Christmas cards – waste or tradition? Ellen Jones, BHASVIC

Year after year, like many others, I enjoy a festive hour of carol singing as I write my annual stack of congratulations. Not only does it serve as the perfect opportunity to evaluate your relationships — is that cousin you don’t remember meeting really making the cut? – but as a thoughtful, affordable way to tell someone you’re thinking of them this holiday season. However, how much help will these happy tidings be as we face the impending doom of climate change?

Every single Christmas card you send emits an estimated 140kg of carbon dioxide during production. Additionally, 1 billion of these cards will likely end up in the landfill after a fun few weeks on the mantelpiece. The few wasted after I misspelled names are sure to come back to haunt me now. Leaving the Christmas message aside, it seems that producing masses of greenhouse gases and 1 billion wasted cards is nothing more than a beautifully packaged example of consumer habits fueling the climate crisis.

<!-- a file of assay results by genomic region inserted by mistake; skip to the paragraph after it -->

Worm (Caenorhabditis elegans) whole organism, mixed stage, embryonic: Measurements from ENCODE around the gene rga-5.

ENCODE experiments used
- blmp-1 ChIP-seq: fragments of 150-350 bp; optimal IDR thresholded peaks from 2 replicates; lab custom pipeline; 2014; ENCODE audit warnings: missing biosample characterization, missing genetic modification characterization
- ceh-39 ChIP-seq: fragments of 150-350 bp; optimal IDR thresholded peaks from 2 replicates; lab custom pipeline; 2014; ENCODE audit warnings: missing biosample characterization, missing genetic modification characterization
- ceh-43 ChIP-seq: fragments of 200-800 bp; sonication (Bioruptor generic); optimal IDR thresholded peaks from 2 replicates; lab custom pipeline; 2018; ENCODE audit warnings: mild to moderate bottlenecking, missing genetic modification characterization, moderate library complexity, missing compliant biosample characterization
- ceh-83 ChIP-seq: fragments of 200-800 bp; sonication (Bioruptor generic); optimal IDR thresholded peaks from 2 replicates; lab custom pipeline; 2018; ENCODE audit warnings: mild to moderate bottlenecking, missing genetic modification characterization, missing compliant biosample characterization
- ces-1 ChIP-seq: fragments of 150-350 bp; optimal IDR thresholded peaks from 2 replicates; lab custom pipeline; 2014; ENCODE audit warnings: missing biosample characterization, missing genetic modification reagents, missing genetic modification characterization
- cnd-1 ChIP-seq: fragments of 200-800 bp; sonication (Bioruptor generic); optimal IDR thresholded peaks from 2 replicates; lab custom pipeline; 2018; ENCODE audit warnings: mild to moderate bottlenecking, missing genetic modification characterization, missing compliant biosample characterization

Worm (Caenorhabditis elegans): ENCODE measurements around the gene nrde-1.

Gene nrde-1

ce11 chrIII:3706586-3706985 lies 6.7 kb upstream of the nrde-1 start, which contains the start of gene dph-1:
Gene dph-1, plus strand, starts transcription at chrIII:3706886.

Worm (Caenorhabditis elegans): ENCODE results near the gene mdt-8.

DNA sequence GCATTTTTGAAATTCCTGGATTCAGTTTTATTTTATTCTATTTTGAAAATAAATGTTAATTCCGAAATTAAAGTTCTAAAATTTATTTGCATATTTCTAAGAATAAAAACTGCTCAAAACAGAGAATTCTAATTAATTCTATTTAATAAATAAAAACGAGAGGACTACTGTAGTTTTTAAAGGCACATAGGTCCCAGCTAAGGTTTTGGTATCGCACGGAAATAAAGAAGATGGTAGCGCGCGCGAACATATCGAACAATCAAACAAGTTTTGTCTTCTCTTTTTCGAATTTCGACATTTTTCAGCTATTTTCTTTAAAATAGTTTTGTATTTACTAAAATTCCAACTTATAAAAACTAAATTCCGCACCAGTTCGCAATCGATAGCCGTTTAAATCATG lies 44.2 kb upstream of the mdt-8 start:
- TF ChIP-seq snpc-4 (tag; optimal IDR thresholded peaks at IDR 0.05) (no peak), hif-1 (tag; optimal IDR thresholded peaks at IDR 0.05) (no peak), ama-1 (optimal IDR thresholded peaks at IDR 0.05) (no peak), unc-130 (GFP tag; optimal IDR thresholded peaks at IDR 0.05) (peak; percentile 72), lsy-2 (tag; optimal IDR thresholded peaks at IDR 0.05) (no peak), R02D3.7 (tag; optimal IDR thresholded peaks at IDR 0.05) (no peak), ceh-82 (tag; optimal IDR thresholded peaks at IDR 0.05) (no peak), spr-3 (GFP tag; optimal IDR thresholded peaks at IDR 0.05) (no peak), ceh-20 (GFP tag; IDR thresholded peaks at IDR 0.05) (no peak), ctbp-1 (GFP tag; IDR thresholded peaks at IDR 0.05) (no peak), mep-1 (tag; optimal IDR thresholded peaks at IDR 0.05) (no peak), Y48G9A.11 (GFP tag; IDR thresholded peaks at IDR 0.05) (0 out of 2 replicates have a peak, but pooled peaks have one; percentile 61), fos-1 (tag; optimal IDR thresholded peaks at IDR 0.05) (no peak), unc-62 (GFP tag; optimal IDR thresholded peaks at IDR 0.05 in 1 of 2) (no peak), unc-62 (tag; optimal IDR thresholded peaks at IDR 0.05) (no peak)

But for many, Christmas cards are more than that. It’s a great way to keep in touch with old friends, share an annual photo of your kids, and show your family that you care. Receiving cards reminds people to call a loved one, or maybe just frantically trying to remember if that was the person they unlisted or not! Whatever you think about it, sending Christmas cards is a tradition dear to many, and an opportunity to send a message that a gift can’t quite convey.

But given the enduring damage these festive fiends are wreaking on our planet, will you be sending out Christmas cards this year? Perhaps the rising cost of living has already made your choice, or the impending postal strike, like many. And I’m sure some are happy for the excuse!—waste-tradition-ellen-jones-bhasvic/?ref=rss Christmas cards – waste or tradition? Ellen Jones, BHASVIC

Fry Electronics Team

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